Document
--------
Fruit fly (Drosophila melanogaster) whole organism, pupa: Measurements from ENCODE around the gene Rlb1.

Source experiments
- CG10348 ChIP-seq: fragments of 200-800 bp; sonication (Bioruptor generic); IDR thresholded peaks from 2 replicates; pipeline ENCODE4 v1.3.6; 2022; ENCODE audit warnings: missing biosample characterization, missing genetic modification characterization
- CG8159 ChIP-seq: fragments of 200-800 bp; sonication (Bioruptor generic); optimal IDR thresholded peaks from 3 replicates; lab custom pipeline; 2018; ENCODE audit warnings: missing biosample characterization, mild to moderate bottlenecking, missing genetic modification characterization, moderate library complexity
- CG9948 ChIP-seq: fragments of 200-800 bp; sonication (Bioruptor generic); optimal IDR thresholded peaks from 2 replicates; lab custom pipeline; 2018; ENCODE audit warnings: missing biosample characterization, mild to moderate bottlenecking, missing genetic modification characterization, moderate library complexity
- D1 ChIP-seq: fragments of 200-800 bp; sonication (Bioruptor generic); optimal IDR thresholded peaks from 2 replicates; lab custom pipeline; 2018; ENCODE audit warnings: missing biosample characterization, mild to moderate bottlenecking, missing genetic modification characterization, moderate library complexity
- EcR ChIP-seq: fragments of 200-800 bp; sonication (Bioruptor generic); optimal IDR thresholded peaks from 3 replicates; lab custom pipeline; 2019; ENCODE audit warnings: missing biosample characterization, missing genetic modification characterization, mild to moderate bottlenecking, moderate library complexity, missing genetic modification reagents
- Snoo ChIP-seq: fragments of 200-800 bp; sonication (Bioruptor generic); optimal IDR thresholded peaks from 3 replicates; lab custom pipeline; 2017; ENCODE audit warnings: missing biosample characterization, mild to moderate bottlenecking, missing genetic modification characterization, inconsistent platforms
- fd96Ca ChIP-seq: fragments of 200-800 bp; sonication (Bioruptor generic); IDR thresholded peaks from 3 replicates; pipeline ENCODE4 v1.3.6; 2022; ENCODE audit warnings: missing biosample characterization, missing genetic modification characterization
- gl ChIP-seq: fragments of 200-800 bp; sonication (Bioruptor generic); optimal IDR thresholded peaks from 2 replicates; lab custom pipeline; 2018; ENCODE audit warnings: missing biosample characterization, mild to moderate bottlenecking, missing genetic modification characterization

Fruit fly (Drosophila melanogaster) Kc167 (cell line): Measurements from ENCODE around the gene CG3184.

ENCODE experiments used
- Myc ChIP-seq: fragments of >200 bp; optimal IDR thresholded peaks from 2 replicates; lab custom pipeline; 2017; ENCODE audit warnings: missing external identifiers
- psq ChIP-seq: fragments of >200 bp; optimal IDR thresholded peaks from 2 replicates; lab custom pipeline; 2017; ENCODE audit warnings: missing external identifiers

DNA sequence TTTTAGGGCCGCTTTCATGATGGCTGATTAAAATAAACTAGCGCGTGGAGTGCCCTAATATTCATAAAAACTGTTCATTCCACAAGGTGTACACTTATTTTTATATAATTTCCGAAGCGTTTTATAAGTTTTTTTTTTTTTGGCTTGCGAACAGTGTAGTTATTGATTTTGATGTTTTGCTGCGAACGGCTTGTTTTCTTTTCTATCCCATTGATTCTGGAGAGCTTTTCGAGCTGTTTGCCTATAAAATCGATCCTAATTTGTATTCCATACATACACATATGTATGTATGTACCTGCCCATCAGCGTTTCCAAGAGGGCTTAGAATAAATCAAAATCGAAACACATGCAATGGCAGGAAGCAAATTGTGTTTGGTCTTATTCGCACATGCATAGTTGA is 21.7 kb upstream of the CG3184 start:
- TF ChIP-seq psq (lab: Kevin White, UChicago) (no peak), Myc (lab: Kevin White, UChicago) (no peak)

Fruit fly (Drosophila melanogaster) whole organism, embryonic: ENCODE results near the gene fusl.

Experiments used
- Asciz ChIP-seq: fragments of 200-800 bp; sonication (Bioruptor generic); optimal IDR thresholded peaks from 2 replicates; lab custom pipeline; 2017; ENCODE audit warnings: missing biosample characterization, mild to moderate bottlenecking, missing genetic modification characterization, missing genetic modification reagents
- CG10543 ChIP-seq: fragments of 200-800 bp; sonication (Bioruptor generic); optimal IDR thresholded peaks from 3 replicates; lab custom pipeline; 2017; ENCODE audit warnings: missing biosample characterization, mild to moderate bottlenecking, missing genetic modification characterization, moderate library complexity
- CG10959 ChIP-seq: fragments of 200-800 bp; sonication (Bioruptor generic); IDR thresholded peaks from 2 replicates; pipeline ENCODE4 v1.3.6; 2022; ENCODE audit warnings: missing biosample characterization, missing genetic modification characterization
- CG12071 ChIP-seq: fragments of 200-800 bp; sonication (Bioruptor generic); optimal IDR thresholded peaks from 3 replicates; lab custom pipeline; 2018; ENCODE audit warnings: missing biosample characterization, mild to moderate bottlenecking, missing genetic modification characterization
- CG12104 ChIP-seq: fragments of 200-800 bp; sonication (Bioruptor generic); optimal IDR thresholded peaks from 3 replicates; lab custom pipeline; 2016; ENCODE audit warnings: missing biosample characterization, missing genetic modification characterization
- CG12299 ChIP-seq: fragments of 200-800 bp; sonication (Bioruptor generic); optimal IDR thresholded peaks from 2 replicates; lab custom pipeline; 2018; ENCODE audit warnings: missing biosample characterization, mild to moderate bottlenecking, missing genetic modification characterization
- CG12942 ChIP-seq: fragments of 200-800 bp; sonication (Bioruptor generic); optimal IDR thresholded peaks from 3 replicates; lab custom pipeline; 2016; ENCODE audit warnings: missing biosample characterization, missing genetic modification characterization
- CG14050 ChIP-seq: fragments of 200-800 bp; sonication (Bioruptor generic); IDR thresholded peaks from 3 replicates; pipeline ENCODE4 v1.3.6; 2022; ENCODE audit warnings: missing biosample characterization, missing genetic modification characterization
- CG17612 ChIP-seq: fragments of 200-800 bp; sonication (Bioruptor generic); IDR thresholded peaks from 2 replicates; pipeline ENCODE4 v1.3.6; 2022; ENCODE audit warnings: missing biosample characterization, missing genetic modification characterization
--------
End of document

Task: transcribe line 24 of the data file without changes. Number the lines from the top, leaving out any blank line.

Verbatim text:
- CG12299 ChIP-seq: fragments of 200-800 bp; sonication (Bioruptor generic); optimal IDR thresholded peaks from 2 replicates; lab custom pipeline; 2018; ENCODE audit warnings: missing biosample characterization, mild to moderate bottlenecking, missing genetic modification characterization